I don’t think she’d want to hear that most of the state is farmland, with fewer wild spaces than New York. I indulge her sense of wonder: I say it’s easy to get where you want to go, but just as easy to let the road lead you. My experience, I tell her, is you know where you are, but sometimes you don’t know where you should be.

Pauline runs up and pokes my arm. She tries to hand me the stuffed lion.

“You’re not getting that,” Janne says sharply, and adds a terse line in Dutch. “Put it back. It’s rude to ask people to buy you things.” Pauline’s chest deflates, and she drags herself away, though I can’t help feeling implicated myself.

“I’m getting you this animal book,” her mother calls across the shop. “Madison is already doing a lot. Don’t be greedy.”

As we move toward the exit, I pick the lion back out of the basket, crouch down to Pauline’s level.

Da loo,” I say, gunning for a smile. But she rolls her eyes and shoves the door open. I’ve lost whatever goodwill I’d earned.



I grill burgers at the house--American fare. Pauline and Janne make fries.

“You remember Belgian fries,” Janne says. “Better than French.”

After dinner I pull a large map of America from a rolled-up collection my mother kept in a dusty corner. They were part of her rebellion against my father’s refusal to travel, the one thing she’d envisioned for their retirement. She would have liked them hung, but as with pictures of their son, they didn’t pass muster with my father. He preferred animal heads and yellowed portraits of long-dead relatives. They had spent their lives communing with the distant and the dead.

I press my finger down on Omaha. Pauline leans in close, raising onto her toes.

“That’s where you are right now,” Janne says. “Begrijpen?”

Pauline nods.

Begrijpen means to understand,” she explains.

Pauline quietly forms a question, her shoulders curling inward to keep me out. Janne moves from her spot beside the kitchen table over to the back door.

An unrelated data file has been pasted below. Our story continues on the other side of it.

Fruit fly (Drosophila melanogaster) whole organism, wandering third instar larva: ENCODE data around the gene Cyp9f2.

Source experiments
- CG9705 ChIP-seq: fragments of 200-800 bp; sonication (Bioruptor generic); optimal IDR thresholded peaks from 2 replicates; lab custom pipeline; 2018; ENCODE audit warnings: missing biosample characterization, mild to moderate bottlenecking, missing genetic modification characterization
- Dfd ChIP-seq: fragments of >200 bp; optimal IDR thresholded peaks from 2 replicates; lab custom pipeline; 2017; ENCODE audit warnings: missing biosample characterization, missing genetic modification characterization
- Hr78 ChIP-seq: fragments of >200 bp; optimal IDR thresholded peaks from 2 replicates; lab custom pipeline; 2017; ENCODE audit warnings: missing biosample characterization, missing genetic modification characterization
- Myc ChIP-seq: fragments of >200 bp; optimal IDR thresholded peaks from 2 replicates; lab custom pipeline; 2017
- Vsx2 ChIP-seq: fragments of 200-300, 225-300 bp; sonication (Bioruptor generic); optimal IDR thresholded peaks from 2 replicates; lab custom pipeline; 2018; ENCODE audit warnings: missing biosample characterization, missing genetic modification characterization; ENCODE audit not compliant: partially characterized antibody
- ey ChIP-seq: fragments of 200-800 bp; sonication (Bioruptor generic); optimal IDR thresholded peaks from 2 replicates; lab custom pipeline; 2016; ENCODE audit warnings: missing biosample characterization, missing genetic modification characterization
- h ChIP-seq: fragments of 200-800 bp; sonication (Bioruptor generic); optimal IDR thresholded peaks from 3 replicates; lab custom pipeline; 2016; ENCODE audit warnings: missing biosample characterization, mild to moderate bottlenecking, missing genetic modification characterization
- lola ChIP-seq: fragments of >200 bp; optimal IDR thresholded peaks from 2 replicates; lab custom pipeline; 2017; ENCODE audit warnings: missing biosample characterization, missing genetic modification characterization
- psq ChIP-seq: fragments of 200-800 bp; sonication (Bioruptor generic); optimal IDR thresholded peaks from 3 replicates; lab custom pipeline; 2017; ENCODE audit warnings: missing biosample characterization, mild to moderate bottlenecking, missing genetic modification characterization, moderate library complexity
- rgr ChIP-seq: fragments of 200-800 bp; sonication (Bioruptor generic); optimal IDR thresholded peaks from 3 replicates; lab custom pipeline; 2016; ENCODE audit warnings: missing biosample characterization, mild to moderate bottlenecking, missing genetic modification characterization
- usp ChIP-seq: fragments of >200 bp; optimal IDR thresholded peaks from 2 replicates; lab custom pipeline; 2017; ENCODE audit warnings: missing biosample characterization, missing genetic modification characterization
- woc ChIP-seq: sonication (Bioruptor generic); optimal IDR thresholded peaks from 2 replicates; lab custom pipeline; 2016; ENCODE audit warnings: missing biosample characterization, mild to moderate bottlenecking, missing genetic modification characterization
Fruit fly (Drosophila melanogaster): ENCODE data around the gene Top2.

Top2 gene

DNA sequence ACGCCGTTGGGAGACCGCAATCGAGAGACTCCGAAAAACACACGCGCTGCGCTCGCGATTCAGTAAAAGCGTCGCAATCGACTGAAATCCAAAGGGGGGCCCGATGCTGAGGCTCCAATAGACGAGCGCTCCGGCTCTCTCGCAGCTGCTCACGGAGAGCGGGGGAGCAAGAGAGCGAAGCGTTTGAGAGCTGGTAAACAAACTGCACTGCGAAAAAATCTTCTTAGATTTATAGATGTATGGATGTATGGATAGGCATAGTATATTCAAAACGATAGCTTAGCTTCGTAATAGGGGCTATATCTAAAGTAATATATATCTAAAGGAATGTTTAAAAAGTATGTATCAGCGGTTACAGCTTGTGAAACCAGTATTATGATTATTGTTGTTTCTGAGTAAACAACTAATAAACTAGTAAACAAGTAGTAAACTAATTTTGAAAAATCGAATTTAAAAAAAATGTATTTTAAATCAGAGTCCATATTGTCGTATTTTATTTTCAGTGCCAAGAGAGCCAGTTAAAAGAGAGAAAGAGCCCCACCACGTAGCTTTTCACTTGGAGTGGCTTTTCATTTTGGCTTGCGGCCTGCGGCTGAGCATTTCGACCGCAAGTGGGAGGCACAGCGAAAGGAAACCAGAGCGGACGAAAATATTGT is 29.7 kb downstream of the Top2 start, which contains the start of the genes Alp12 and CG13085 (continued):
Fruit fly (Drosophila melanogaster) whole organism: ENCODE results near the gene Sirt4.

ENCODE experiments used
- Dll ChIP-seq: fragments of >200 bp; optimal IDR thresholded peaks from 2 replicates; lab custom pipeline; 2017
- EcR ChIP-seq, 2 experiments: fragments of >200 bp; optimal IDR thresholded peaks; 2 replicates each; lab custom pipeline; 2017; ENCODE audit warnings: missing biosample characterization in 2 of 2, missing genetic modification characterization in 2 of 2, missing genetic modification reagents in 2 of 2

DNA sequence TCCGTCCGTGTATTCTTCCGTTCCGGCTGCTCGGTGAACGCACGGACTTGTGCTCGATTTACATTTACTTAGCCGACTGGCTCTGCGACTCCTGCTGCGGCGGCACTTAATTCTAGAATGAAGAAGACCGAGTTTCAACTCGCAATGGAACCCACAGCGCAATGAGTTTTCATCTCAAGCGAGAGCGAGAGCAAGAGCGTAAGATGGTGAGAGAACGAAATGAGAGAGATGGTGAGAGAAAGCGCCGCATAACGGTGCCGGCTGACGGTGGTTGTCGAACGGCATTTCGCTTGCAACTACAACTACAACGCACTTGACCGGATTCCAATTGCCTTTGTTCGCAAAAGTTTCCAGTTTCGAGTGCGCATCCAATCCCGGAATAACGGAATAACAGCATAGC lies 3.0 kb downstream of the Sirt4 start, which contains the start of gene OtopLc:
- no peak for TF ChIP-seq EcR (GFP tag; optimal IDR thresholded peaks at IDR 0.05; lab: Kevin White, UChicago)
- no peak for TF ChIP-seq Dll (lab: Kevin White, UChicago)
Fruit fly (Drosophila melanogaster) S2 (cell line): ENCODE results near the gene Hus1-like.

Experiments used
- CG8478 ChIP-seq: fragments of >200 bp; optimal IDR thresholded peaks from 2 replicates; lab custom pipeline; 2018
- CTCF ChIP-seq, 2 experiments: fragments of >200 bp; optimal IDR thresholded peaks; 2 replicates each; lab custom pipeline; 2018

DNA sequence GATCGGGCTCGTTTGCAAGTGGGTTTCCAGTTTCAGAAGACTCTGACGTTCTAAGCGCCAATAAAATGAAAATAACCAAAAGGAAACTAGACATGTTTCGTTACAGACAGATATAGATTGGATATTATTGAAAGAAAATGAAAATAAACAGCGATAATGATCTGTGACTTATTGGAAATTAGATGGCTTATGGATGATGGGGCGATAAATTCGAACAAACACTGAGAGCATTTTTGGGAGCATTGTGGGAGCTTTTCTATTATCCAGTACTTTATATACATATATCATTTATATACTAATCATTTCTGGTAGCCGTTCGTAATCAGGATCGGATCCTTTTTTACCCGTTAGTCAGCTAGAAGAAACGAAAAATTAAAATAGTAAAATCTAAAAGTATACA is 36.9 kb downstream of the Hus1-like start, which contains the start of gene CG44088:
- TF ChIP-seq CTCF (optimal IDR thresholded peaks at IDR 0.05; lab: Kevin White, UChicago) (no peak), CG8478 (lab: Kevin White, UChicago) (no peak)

“From America, Bruges is here,” she says, planting her feet near the threshold. “Russia is outside.”

Pauline moves her hands across the map’s paper surface, following lines that lead west from Omaha. She asks another question with the same shyness.

“Mountains are over here.” Janne points at the Rockies. “This here is flat.”

I tell them that Nebraska was once the bottom of an ocean.

Again Pauline consults with her mother, stuttering and taking several breaths. She twists her hair into a cord.

“No, the mountains are far away. You can’t go there,” Janne says. “Madison, the Rocky Mountains, they are too far to visit.”

I tip my head to the side. “It’s a long drive,” I say, and Pauline pouts. “But I’ve been there several times. Most people fly.”

“But very expensive,” Janne corrects. She bends down to Pauline and takes the girl’s limp hands in her palms. “You have to fly, and it costs a lot of money. Niet voor kinderen.”

Later we decide to watch a movie, but nothing in the house has subtitles in Dutch. It becomes a non-issue when Pauline falls asleep on the couch. I lead Janne into my father’s office and unroll a thin mattress on the floor. Together, we drape it with blankets and a pillow. Janne carries Pauline and slides her under the sheets, and we leave her there to sleep. In the living room, I open a bottle of wine. Finally free to travel back in time, we speak as close friends, and her icy demeanor begins to thaw.

“Our histories seem more connected than they are,” Janne says at last. “Do you also get that sense?”

“How do you mean?”

She runs her hand down her shoulder to her wrist, and I leave my stiff wingback chair to join her on the couch. Each sip of wine tempts our bodies horizontal. “You have this sense that you know me so well. Don’t you wonder why?”

I place my arm around her. She straightens her back, waiting for an answer.